The Scale of the Thing: Andrew Tripp's Reply

Andrew Tripp and I have been having an email conversation about a piece he recently wrote on the Considered Exclamations blog, titled Papercuts: Transmisogyny, Western Atheists, and the Meaning of Oppression. The piece was primarily about transphobia and oppression against trans people, especially among some feminists, and most of the piece I agreed with heartily. But he said some things about atheist organizing and anti-atheist oppression that I disagreed with, so we’ve been emailing about it.

We both thought the conversation might be of interest to other people, so we’ve decided to take it public. I posted my first reply here, in a letter/ post titled Is Anti-Atheist Bigotry A Papercut? A Conversation with Andrew Tripp.

Andrew has now posted his reply: Responding to Greta: The Scale of the Thing. If you’re interested in this conversation and have been following it, please go read it.

And here, because I think it will be useful later on even though it’s a bit repetitive now, is a chronological list of the posts in this discussion:

Papercuts: Transmisogyny, Western Atheists, and the Meaning of Oppression
Is Anti-Atheist Bigotry A Papercut? A Conversation with Andrew Tripp
Responding to Greta: The Scale of the Thing

The Scale of the Thing: Andrew Tripp's Reply

4 thoughts on “The Scale of the Thing: Andrew Tripp's Reply

  1. 1

    I doubt anyone who knows anything about how trans* people are treated throughout the world would argue that atheists have it that bad. Certainly Natalie Reed and Zinnia Jones here at FTB opened my eyes to how much prevalent transphobia is.

    My only objection was Andrew’s comment:

    American atheists are not oppressed. We are not the Other. We are not dehumanized as a matter of course.

    I’m quite aware that trans* people get killed on a regular basis and that’s not a problem for atheists. But just because people aren’t literally gunning for us doesn’t mean there’s no oppression. If treatment of trans* people is 10 then atheists are around 2 or 3. But atheists are not at 0, which is what Andrew is suggesting.

  2. 3

    I think Andrew’s reply clarified some of what he’d written, and I understand his frustrations, to an extent. It is difficult to sympathize with someone when their problems are moderate compared to the tragedies you’ve witnessed, or that have been experienced by those closest to you. But that also doesn’t mean one should abandon fighting against less severe injustices, otherwise we could also talk about the AIDS epidemic in developing nations, child soldiers, etc. and engage in a fruitless back and forth of suffering one upsmanship (e.g. Richard Dawkins’ “Dear Muslima” response).

    As a straight white cis male atheist, I do have the luxury of belonging to only one demographic that currently faces any sort of substantive discrimination, and it happens to be one of the easiest to hide and one which receives comparatively mild manifestations of mistreatment; I’m not confused where we, as atheists, sit on the spectrum of civil rights struggles. But I’m not going to suddenly treat government religious endorsement as trivial and abandon fighting it because we haven’t solved the problem of human trafficking inside our own borders.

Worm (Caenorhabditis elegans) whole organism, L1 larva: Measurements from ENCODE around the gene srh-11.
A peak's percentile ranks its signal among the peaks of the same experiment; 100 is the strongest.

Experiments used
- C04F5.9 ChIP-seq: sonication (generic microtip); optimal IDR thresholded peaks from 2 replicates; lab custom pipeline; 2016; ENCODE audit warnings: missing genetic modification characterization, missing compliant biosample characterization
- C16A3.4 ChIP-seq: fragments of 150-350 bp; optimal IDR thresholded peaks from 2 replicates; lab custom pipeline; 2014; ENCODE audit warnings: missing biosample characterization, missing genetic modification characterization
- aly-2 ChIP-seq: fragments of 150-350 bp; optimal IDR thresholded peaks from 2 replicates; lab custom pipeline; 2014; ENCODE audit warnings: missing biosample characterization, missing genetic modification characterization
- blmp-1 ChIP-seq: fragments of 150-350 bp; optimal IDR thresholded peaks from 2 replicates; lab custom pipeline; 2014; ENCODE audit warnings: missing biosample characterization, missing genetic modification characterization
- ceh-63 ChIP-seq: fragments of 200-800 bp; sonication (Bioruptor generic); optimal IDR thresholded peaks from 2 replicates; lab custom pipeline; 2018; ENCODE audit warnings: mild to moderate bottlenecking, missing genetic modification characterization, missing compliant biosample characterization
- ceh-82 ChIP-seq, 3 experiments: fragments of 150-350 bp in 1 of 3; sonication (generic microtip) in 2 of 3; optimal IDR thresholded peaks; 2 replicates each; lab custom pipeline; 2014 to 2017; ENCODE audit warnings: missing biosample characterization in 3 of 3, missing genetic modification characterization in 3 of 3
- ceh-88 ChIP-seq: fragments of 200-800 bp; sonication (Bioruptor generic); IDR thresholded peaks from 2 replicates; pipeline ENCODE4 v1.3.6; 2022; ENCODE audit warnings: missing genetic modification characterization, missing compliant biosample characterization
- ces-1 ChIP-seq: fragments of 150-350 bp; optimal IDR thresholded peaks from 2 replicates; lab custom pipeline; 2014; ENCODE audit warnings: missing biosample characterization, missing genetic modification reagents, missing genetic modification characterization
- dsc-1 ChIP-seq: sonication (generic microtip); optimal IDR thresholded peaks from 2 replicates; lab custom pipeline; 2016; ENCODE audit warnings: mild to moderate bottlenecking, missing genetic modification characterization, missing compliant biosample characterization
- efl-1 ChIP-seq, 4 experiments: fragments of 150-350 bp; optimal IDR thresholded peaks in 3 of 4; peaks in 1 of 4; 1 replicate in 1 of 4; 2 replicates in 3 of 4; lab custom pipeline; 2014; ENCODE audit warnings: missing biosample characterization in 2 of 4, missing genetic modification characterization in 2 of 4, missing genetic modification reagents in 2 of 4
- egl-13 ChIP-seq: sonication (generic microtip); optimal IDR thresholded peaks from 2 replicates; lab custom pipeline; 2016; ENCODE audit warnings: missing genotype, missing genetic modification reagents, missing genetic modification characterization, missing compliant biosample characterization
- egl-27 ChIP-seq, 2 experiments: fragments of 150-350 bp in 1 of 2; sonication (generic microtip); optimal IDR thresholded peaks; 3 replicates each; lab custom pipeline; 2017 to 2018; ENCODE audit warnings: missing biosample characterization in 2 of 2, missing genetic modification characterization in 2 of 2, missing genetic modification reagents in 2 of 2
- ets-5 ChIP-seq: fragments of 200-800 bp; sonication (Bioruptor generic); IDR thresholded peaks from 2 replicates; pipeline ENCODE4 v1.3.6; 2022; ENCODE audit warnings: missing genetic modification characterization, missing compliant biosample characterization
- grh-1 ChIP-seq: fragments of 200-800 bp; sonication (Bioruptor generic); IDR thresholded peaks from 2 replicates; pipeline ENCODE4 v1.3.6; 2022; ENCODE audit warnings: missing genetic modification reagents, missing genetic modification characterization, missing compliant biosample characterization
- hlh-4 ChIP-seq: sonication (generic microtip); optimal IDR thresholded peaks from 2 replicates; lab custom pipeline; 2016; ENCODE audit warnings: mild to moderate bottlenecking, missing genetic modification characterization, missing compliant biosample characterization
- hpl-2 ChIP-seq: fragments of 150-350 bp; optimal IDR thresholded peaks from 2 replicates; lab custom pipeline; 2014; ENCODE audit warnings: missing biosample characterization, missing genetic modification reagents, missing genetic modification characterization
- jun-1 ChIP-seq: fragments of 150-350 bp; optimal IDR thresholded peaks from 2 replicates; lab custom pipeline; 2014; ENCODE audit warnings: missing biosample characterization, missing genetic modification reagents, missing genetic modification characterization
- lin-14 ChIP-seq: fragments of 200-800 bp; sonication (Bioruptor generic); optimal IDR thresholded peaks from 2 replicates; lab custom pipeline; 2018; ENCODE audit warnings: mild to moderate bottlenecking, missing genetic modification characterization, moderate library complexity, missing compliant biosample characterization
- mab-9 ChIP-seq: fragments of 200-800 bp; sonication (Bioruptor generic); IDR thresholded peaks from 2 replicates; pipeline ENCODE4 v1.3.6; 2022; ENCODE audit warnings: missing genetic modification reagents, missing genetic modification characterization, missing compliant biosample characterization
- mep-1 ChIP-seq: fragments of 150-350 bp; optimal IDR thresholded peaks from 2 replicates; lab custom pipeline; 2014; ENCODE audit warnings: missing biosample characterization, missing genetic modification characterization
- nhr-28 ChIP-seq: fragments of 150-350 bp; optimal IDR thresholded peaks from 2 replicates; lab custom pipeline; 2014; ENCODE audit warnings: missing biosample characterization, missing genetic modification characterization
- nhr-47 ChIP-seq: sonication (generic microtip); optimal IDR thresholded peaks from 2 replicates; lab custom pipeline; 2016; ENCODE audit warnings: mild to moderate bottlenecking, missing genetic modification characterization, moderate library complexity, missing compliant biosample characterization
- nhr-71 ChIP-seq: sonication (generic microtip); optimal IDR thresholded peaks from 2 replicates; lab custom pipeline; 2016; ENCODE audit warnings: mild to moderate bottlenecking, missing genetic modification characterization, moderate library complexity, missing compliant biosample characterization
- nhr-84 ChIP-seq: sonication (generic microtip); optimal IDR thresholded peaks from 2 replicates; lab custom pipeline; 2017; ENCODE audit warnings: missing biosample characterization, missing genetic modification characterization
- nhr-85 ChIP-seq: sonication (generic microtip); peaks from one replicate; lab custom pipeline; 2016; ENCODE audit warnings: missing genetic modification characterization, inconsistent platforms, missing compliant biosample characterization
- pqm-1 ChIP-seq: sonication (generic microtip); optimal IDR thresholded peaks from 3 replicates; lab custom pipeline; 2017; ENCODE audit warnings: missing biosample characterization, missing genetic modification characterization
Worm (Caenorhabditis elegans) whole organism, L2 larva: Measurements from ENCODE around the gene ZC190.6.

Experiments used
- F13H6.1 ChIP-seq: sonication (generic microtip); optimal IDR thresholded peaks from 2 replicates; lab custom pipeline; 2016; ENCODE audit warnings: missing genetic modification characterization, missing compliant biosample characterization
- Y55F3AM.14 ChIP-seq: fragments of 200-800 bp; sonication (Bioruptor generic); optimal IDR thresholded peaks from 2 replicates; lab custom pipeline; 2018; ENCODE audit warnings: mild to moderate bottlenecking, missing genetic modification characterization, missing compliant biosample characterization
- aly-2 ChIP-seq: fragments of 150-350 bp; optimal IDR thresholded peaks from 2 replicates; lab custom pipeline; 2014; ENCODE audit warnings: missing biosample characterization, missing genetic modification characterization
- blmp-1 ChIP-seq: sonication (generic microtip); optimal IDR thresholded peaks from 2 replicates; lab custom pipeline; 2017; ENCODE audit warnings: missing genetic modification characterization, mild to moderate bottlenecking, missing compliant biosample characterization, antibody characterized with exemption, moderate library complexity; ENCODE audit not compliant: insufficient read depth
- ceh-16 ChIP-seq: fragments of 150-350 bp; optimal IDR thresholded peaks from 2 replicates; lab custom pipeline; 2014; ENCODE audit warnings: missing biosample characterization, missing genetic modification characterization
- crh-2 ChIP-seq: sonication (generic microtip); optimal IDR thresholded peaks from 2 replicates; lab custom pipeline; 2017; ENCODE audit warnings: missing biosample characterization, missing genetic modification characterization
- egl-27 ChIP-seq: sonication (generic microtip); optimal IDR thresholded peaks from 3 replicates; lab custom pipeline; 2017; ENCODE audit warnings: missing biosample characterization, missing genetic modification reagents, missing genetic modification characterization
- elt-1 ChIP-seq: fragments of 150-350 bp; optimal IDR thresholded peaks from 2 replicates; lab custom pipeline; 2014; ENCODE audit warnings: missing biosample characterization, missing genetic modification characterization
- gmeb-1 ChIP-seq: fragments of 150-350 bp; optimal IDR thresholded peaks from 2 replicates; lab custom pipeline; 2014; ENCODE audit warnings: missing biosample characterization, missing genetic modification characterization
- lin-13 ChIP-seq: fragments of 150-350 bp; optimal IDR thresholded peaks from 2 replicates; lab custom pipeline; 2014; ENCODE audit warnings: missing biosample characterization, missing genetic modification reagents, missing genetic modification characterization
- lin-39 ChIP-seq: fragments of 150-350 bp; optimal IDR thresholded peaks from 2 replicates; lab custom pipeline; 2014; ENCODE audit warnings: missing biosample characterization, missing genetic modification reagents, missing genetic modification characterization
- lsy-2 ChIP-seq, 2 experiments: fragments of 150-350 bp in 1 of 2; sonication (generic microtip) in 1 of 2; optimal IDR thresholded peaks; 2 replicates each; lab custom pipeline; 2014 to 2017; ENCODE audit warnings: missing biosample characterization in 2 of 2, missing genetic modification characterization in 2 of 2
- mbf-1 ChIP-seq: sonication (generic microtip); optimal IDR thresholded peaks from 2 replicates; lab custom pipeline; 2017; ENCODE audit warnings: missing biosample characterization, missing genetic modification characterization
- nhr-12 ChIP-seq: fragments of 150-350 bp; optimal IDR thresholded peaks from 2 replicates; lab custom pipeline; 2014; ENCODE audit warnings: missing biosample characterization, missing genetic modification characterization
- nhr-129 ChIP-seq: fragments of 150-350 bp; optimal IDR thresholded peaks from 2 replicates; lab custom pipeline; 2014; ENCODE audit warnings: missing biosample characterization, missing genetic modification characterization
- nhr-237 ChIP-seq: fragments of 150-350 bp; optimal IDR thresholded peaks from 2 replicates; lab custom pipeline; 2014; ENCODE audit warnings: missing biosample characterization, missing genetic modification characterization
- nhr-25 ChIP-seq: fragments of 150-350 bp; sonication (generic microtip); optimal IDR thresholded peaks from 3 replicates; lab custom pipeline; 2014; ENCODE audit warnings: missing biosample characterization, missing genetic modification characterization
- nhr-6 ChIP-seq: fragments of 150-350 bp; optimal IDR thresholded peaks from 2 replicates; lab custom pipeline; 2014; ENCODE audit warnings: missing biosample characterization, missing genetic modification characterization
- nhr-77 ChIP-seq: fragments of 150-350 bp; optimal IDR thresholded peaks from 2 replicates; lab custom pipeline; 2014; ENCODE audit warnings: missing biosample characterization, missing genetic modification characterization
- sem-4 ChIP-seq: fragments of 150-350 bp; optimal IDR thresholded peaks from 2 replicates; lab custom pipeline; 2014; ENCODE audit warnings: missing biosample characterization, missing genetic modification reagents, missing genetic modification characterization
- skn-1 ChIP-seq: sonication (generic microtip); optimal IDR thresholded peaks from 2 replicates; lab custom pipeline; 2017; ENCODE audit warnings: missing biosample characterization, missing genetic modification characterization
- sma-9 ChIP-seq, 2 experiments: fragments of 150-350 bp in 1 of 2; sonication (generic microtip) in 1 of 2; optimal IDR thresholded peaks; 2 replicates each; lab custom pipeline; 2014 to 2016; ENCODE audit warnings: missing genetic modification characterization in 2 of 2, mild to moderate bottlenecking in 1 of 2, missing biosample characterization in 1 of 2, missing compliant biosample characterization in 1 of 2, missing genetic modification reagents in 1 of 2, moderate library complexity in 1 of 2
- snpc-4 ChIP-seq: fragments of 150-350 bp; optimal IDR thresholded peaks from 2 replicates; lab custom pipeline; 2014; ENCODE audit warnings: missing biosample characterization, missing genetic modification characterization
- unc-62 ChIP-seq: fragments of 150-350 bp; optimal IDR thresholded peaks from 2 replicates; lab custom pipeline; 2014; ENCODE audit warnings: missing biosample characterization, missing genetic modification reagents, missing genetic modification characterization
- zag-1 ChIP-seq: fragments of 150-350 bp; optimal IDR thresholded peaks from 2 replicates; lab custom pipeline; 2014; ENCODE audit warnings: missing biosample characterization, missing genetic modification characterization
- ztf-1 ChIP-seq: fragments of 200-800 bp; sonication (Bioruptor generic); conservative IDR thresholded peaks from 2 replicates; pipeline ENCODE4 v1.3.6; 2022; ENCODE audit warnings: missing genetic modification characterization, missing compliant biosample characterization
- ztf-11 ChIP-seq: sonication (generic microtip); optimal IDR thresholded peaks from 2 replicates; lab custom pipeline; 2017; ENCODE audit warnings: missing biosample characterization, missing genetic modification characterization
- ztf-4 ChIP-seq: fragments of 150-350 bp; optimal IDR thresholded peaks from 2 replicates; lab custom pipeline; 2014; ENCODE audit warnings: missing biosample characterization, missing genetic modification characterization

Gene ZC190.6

But I agree wholeheartedly that trans discrimination is a problem that deserves far more attention than it currently receives, especially in popular media where it’s largely ignored or dismissed (Natalie Reed’s blog was really the first time I’d read about the myriad struggles that trans people face on a regular basis). I am grateful to people like Natalie and Andrew Tripp for highlighting the woefully under-represented problem of trans discrimination and violence in the US. Because of the light they’ve shed on this problem, I’ve come to see that we should advocate more for trans equality, but I also do not believe that advocacy for this cause should necessarily come at the expense of all the others that we also care about.

  3. 4

    “I simply cannot be anything but angry when I see people expending effort on Nativity scenes, or spending hundreds of thousands of dollars for Times Square billboards when my friends are dying because of who they are.”

    “I just find it difficult to sympathize with the kind of activist work that many of the big atheist organizations do. To me, they seem like half-measures, limp attempts, that in the long run may favor atheists, but not particularly anyone else.”

    His clarification seems to imply that because one group has it worse than another we shouldn’t bother trying to improve things for the group that is comparatively better off? Am I reading this correctly? Surely this is no different to saying that women in Saudi Arabia have it worse than women in America so we shouldn’t try to improve things for women in America?

    I believe the response to this is: We can do both. You can focus on the things that are important to you, and other people can focus on the things that are important to them, and we can all work together to focus on the important things we have in common, and we can all benefit from the work that other people do, to improve things for everyone.

    I can’t understand the mindset that leads someone to get angry at people who are trying to improve things for one group just because it doesn’t improve everything for everyone at the same time. If I’m misinterpreting this, I’d be interested in hearing what the distinction is.

Leave a Reply

Your email address will not be published. Required fields are marked *